Fantastic news today, as it has emerged that the Royal Air Force (RAF) have opened up combat roles for women. Not only that, but soon the change will be extended to all further branches of the military!
As from today, Friday 1st September 2017, the ground force of the RAF will become Britain’s first military force to offer a chance for female applicants serving in combat roles.
The initiative was actually announced way back in 2016, by David Cameron, but it was only recently (July) that Michael Fallon announced the move itself. He claimed that everyone should (and will) be given the opportunity to serve, regardless of their gender, and cited this as a defining moment for the RAF.
The majority of people seem to have welcomed this as a really positive step. The RAF’s main priority is to patrol and protect RAF maintained airfields and air bases, and there is simply no reason for why gender should place limitations on this. Here at How2Become, we think it’s fantastic that RAF women are finally being given a chance to serve in the ground forces. As experts on the selection process, we believe that any women has just as good a chance as any man of passing.
Unfortunately, however, there are some critics of the idea. Specifically, several formal commanders of the British forces in Afghanistan have spoken out against the plans, claiming that women simply can’t cope with the physical demands of working in the ground force, and that this could lead to the military being hit by enormous compensation demands. Furthermore, it’s been claimed that, judging by the stress the training puts on even men’s bodies, the training could be extremely difficult for RAF women, and lead them to sustain serious injuries. Finally, it’s also been claimed that in order to compensate for all the previous, the training will naturally become less arduous and demanding – resulting in a weakened service overall.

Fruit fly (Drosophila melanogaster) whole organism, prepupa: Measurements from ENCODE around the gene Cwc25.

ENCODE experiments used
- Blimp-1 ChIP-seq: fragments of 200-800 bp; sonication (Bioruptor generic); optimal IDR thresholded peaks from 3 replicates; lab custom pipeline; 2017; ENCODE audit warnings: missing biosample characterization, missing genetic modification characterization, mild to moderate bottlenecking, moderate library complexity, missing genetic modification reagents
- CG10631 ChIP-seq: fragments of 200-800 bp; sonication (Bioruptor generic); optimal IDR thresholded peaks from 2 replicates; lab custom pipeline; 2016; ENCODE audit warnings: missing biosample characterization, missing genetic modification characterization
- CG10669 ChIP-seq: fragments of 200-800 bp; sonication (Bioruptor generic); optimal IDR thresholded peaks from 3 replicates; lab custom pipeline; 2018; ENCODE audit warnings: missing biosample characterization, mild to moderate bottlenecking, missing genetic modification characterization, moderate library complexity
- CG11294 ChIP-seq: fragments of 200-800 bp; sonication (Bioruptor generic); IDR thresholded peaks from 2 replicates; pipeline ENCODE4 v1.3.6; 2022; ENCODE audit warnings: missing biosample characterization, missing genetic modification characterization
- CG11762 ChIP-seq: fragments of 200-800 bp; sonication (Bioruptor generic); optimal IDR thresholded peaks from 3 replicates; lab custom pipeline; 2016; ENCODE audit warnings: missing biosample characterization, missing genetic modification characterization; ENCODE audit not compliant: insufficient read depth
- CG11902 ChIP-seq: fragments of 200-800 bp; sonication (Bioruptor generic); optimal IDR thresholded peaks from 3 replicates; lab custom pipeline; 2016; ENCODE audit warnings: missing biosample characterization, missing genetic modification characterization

Is this reaction fair? Do RAF women deserve more respect?
In our opinion – no. Whilst it’s true that the demands of training for the RAF are extremely tough, there is no reason to think that women shouldn’t at the very least be given the chance to prove themselves. Furthermore, claiming that the training will become less demanding as a result, represents quite a leap in logic, and is fairly disrespectful to the RAF as an organisation, and RAF women. There is no evidence to support the idea that the RAF would allow its standards to slip, as a result of taking female applicants, and in our opinion they should be given the benefit of the (minimal) doubt.
If anything, apart from finally giving the women a chance in a significant sector, this change will help to add gender diversity to the armed forces. Differences in gender can account for different ways of thinking, performing and behaving, and there is every reason to believe that by diversifying the ground forces – to include women – armed forces employees will be benefit strongly from the new ways of processing and dealing with information that women can bring to the service. Every sector of the UK should be constantly aiming to improve, and the armed forces are no exception to this.
Here at How2Become, we are fully behind this new initiative, and can’t wait to see it in action!